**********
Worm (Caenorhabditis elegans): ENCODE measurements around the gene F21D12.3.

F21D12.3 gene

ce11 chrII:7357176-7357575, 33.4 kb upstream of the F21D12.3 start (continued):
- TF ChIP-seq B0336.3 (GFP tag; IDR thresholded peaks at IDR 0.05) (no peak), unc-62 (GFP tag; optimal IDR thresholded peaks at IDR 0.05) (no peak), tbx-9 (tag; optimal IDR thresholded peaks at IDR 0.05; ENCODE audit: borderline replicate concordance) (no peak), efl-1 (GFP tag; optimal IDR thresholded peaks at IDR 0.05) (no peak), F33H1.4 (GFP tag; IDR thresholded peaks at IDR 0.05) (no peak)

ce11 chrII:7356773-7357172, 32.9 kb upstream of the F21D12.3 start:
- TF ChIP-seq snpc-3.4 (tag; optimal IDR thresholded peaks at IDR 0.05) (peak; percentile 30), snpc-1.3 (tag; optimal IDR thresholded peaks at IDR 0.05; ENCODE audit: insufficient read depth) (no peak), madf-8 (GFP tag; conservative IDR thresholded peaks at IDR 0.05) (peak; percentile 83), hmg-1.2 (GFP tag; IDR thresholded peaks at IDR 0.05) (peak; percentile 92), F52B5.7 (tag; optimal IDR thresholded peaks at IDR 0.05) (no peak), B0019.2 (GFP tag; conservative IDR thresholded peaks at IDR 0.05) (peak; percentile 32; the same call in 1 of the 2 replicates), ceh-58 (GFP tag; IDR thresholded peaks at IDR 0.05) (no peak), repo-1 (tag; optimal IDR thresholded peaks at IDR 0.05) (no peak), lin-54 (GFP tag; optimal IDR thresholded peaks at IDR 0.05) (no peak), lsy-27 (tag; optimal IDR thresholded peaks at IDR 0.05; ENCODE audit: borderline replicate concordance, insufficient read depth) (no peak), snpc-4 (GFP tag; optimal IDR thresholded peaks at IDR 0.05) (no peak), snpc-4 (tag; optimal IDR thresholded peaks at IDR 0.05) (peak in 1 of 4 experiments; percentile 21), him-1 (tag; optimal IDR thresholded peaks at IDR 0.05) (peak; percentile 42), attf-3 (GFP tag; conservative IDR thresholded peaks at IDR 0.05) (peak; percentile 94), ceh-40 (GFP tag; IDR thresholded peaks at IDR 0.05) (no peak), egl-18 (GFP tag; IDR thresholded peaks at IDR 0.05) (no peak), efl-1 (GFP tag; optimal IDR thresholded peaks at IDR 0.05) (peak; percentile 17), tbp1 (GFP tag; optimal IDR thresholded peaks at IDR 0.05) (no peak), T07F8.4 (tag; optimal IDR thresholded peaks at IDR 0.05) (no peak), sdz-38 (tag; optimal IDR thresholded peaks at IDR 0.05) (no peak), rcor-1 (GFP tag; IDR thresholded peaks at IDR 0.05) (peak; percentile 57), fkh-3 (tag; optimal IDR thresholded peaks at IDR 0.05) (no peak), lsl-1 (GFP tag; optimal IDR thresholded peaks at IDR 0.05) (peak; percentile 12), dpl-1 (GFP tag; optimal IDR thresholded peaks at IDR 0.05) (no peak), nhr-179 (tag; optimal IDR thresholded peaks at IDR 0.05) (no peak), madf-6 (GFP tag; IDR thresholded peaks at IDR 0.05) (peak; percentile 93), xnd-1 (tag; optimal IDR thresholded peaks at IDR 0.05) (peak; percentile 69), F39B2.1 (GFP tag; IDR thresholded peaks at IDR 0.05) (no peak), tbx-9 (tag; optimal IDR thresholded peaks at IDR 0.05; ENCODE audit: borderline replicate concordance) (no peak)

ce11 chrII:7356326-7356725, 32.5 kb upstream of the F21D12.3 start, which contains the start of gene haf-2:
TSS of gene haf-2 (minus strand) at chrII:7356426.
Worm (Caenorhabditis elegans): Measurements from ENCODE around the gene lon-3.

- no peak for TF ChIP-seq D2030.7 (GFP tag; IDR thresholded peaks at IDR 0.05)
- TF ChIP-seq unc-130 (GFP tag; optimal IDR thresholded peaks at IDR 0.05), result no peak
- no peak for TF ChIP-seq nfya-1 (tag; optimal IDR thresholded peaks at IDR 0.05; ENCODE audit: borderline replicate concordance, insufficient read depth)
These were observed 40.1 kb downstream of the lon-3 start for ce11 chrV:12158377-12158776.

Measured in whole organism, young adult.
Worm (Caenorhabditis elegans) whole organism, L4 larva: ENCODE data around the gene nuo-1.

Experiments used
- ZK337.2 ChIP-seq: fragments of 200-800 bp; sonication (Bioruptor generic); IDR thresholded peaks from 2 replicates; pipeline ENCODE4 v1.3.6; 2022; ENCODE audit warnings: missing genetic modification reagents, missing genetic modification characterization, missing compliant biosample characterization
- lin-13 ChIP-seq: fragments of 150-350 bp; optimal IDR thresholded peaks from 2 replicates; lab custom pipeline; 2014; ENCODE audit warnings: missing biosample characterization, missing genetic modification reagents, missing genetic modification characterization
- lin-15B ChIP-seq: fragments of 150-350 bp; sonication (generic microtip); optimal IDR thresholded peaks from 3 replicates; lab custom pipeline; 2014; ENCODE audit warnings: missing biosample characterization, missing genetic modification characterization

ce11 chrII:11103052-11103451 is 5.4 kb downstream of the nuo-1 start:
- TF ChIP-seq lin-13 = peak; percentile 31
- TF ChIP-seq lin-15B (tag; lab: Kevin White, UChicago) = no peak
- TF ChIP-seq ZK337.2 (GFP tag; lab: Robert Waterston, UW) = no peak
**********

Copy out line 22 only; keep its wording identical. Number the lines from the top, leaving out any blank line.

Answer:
- TF ChIP-seq lin-15B (tag; lab: Kevin White, UChicago) = no peak